Safety Above All
New England Yankee Construction handles critical demo and remediation jobs with care
New England Yankee Construction, LLC is the company you want helping you when a structure needs to be safely brought down and removed. Its experienced demolition crews are skilled at both selective and full demolition services.
It’s also the company you need on your side if you have a building or land that’s been declared unusable or unsafe because of chemical or biological contamination. These workers have the expertise to perform required restoration or cleanup activities to make the property safe and suitable for use.
Chris Godek founded the environmental and demolition contracting firm with Gary Lane in 1997, and Chris acquired full ownership in 2000. With 65 full-time and 20 part-time employees, the company based in West Haven, Connecticut, serves clients throughout New England.
“In our early days, we were mainly performing asbestos and lead abatement work. Then, through the years, we realized we needed to offer more services in order to truly meet our clients’ needs. So, we branched into full demolition, selective demolition, storage tank removal and contaminated soil cleanup,” Chris explains.
Planning Is Vital
When imagining a demolition project, one often thinks of a building implosion or heavy equipment clawing away at a structure, resulting in a lot of noise and dust. While the image is partly accurate, there is so much more involved when a skilled demolition team performs its work.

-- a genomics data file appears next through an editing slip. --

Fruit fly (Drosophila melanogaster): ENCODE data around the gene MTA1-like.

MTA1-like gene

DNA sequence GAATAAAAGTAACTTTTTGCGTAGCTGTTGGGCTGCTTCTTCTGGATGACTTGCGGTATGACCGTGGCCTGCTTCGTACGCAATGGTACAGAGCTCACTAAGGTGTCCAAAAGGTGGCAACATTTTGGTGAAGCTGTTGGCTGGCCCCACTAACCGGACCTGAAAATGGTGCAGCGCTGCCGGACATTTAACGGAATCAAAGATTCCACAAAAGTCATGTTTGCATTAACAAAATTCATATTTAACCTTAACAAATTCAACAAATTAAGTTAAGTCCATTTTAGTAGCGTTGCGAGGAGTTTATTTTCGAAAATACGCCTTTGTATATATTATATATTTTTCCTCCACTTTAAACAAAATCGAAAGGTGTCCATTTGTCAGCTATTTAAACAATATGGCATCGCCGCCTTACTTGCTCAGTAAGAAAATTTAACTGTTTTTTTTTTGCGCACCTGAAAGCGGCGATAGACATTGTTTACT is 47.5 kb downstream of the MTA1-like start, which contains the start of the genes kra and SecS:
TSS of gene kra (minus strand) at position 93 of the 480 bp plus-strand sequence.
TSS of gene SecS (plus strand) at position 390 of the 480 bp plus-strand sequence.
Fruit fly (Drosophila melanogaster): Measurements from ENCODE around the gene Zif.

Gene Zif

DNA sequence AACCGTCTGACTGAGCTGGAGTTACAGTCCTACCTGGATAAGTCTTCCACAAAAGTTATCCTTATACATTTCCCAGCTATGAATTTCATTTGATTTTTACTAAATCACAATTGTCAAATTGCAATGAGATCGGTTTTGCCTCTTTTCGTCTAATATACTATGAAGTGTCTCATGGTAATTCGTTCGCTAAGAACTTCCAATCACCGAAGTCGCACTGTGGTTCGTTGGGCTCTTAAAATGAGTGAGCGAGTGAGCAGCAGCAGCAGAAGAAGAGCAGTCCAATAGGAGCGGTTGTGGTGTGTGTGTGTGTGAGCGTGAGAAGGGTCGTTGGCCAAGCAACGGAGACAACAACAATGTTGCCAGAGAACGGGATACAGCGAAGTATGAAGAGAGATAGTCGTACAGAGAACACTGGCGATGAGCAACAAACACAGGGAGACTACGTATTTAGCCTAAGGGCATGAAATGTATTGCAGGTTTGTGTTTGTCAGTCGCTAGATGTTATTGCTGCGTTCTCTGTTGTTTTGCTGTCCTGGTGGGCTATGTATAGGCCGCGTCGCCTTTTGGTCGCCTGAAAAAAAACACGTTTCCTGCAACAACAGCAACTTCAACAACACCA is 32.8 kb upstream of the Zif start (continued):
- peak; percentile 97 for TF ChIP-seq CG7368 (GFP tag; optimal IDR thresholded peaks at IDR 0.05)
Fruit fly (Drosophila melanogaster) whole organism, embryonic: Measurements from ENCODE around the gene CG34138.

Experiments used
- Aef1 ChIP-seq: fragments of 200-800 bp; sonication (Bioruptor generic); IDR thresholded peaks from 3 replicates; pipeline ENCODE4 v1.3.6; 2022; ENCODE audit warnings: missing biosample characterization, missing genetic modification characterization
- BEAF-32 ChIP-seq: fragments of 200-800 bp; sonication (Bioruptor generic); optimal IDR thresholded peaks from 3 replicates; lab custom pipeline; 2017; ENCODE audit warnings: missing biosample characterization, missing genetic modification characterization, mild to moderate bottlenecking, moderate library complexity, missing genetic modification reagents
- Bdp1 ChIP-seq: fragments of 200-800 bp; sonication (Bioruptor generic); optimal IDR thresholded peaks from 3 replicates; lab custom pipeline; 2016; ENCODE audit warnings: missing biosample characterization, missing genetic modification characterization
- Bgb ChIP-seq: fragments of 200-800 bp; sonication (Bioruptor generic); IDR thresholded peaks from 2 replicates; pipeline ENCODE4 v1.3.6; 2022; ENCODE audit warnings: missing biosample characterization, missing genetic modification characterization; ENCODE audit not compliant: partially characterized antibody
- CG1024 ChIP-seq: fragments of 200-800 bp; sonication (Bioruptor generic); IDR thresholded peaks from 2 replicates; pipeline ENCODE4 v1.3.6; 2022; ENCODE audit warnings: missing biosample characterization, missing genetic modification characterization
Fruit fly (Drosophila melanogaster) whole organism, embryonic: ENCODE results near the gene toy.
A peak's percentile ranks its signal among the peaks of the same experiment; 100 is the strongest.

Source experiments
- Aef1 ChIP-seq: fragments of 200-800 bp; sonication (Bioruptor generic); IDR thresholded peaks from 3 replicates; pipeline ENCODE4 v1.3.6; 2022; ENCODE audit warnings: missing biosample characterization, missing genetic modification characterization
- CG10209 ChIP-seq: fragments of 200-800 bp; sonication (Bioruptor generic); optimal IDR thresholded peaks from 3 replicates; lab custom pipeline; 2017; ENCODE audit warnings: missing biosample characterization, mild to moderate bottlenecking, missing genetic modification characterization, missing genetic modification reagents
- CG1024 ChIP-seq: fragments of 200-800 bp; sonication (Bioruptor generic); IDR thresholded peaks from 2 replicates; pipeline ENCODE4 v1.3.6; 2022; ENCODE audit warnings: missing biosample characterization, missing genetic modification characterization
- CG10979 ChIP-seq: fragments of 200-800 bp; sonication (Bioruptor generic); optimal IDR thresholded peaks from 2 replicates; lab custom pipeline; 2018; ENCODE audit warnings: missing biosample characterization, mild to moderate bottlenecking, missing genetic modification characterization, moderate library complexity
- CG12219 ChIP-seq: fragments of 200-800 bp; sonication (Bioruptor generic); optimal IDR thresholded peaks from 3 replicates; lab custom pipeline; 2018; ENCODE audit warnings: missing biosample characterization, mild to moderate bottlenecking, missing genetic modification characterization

Chris says the company handles many other critical tasks related to bringing a structure down safely. This involves developing a site-specific safety and work plan, ensuring asbestos abatement is performed properly, removing hazardous or regulated materials, obtaining permits, submitting necessary notifications, disconnecting utilities and cleaning up the site.
“We take the careful approach. We plan out every job by identifying the steps we’ll take and any potential hazards. Then, we put measures into place to help ensure those hazards are avoided. And once we start a job, we’re always alert to any new hazards that may crop up,” Chris adds.
He explains that safely performing environmental remediation work has been critical in his company’s ability to operate and grow.
“We pride ourselves on how safely we handle hazardous remediation work. What we do can involve the removal of asbestos, polychlorinated biphenyls or lead, for example,” he says. “And just so everyone on our team is on the same page when we perform this type of work, we conduct regular training and always stress the importance of good communication with our teams.”
U.S. Naval Assignments
In 2011, New England Yankee Construction crews were given a short timeline to demolish residential housing structures on a U.S. Navy submarine base in Groton, Connecticut.